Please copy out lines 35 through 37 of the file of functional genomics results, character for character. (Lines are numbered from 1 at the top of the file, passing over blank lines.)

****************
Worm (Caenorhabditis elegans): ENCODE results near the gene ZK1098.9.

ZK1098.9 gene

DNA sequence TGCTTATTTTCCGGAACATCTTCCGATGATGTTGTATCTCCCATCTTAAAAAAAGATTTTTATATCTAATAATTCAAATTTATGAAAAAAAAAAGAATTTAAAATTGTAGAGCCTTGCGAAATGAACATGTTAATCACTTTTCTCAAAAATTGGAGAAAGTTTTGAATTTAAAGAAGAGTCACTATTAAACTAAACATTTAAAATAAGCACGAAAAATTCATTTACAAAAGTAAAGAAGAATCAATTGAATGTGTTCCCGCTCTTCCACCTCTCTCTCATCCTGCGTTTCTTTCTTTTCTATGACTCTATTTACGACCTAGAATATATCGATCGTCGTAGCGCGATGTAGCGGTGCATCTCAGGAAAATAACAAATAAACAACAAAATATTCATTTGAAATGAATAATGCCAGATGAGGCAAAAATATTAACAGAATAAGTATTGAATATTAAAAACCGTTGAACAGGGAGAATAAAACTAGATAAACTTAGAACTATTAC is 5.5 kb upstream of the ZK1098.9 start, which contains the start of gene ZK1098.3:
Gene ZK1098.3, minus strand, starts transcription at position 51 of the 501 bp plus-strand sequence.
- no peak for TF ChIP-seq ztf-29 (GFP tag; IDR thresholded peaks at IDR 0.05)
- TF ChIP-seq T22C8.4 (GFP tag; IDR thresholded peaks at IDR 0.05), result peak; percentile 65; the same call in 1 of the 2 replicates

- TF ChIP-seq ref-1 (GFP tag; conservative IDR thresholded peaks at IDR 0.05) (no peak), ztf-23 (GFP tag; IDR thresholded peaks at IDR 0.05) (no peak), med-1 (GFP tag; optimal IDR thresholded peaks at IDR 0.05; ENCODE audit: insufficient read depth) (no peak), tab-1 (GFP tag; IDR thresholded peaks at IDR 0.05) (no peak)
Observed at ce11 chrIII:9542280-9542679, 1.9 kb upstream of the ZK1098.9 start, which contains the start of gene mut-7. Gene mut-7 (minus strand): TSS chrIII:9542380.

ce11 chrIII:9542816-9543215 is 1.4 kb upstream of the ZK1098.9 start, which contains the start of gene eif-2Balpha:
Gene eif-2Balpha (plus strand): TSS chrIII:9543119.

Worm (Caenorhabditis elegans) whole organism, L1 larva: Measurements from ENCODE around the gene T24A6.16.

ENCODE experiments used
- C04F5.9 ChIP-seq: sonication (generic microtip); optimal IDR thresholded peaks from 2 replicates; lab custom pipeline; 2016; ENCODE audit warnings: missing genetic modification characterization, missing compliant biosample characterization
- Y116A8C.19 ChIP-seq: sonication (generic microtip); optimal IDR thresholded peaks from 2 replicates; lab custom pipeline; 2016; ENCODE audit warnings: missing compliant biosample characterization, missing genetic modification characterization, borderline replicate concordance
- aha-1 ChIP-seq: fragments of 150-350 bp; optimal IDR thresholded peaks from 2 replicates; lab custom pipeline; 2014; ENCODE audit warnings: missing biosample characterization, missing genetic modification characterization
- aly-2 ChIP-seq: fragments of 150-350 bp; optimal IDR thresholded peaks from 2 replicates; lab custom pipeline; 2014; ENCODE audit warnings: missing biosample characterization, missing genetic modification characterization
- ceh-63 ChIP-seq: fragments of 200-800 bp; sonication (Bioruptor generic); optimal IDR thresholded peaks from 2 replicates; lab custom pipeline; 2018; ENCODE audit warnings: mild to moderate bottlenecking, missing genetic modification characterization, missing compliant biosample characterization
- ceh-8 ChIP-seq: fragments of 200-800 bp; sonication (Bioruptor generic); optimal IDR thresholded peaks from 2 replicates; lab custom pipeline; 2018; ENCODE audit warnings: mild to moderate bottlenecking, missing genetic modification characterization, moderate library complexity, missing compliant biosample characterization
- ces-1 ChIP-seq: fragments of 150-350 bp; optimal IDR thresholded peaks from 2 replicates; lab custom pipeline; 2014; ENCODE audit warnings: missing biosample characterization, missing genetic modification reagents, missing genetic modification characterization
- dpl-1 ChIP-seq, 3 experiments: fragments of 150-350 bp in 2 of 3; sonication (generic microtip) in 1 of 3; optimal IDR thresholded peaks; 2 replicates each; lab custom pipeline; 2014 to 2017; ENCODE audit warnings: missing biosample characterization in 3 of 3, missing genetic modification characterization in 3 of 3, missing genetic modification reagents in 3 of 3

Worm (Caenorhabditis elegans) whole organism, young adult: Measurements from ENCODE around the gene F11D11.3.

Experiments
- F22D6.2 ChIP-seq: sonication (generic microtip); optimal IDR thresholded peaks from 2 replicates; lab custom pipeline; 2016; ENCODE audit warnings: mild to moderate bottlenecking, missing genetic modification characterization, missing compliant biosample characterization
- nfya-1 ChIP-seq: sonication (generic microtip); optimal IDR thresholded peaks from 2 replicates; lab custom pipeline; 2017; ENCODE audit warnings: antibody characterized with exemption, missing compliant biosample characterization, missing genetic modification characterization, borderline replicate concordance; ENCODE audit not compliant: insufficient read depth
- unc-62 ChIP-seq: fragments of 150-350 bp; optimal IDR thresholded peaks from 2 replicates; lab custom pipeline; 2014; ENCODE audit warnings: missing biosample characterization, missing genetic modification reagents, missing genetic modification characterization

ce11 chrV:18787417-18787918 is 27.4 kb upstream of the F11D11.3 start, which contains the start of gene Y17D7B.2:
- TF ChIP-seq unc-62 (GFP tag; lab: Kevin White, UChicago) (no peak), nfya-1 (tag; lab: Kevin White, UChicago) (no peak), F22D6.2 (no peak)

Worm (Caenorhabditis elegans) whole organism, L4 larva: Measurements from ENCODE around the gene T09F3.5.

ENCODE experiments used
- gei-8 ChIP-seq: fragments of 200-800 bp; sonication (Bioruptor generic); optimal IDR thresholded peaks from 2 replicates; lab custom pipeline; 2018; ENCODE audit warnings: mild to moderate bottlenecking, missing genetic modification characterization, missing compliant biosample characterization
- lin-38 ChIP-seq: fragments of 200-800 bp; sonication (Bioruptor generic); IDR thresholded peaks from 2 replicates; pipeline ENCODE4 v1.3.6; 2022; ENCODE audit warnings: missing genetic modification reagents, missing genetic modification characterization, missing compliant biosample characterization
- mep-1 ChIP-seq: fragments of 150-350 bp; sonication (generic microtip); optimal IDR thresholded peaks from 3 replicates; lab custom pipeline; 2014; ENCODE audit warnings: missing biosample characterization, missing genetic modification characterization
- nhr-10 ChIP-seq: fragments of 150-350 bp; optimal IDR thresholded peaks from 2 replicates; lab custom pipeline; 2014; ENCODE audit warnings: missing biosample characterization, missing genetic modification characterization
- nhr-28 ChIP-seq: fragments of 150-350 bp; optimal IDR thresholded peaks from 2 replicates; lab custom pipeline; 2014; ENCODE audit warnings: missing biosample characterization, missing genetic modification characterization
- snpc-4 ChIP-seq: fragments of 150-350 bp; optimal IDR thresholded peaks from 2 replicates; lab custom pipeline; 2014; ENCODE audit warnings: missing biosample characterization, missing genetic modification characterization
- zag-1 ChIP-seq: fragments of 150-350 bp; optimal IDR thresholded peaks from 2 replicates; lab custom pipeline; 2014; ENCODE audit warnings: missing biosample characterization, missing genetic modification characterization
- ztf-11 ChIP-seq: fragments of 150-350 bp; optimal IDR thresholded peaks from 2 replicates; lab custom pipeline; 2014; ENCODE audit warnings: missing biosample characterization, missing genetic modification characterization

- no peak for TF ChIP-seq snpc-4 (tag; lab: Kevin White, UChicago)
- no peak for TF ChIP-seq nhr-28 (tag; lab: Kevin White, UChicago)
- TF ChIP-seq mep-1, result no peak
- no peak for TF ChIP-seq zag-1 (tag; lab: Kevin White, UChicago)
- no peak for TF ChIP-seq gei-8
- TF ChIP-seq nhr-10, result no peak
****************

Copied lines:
- snpc-4 ChIP-seq: fragments of 150-350 bp; optimal IDR thresholded peaks from 2 replicates; lab custom pipeline; 2014; ENCODE audit warnings: missing biosample characterization, missing genetic modification characterization
- zag-1 ChIP-seq: fragments of 150-350 bp; optimal IDR thresholded peaks from 2 replicates; lab custom pipeline; 2014; ENCODE audit warnings: missing biosample characterization, missing genetic modification characterization
- ztf-11 ChIP-seq: fragments of 150-350 bp; optimal IDR thresholded peaks from 2 replicates; lab custom pipeline; 2014; ENCODE audit warnings: missing biosample characterization, missing genetic modification characterization